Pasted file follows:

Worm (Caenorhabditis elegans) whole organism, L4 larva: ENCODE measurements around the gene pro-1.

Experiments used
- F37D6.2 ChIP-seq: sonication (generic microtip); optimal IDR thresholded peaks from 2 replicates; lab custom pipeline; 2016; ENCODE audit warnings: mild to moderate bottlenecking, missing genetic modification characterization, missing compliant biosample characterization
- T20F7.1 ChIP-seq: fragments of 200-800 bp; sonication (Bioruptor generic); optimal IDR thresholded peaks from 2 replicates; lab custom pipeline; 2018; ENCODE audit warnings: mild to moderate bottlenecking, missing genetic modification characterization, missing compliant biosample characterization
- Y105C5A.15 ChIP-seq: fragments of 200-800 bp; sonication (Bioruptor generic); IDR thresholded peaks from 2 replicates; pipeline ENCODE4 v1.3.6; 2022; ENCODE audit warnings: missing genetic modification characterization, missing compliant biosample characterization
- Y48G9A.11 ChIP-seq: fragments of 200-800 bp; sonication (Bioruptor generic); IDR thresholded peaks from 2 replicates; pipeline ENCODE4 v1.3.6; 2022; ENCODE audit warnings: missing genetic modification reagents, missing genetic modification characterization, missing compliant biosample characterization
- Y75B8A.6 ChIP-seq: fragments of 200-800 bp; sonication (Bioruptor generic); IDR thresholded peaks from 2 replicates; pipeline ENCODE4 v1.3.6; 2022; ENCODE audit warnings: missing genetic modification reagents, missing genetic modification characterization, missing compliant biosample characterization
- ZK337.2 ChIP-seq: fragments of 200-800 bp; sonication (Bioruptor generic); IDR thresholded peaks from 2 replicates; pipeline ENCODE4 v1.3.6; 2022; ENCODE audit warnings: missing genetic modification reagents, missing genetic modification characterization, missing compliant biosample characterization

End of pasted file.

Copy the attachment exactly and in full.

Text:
Worm (Caenorhabditis elegans) whole organism, L4 larva: ENCODE measurements around the gene pro-1.

Experiments used
- F37D6.2 ChIP-seq: sonication (generic microtip); optimal IDR thresholded peaks from 2 replicates; lab custom pipeline; 2016; ENCODE audit warnings: mild to moderate bottlenecking, missing genetic modification characterization, missing compliant biosample characterization
- T20F7.1 ChIP-seq: fragments of 200-800 bp; sonication (Bioruptor generic); optimal IDR thresholded peaks from 2 replicates; lab custom pipeline; 2018; ENCODE audit warnings: mild to moderate bottlenecking, missing genetic modification characterization, missing compliant biosample characterization
- Y105C5A.15 ChIP-seq: fragments of 200-800 bp; sonication (Bioruptor generic); IDR thresholded peaks from 2 replicates; pipeline ENCODE4 v1.3.6; 2022; ENCODE audit warnings: missing genetic modification characterization, missing compliant biosample characterization
- Y48G9A.11 ChIP-seq: fragments of 200-800 bp; sonication (Bioruptor generic); IDR thresholded peaks from 2 replicates; pipeline ENCODE4 v1.3.6; 2022; ENCODE audit warnings: missing genetic modification reagents, missing genetic modification characterization, missing compliant biosample characterization
- Y75B8A.6 ChIP-seq: fragments of 200-800 bp; sonication (Bioruptor generic); IDR thresholded peaks from 2 replicates; pipeline ENCODE4 v1.3.6; 2022; ENCODE audit warnings: missing genetic modification reagents, missing genetic modification characterization, missing compliant biosample characterization
- ZK337.2 ChIP-seq: fragments of 200-800 bp; sonication (Bioruptor generic); IDR thresholded peaks from 2 replicates; pipeline ENCODE4 v1.3.6; 2022; ENCODE audit warnings: missing genetic modification reagents, missing genetic modification characterization, missing compliant biosample characterization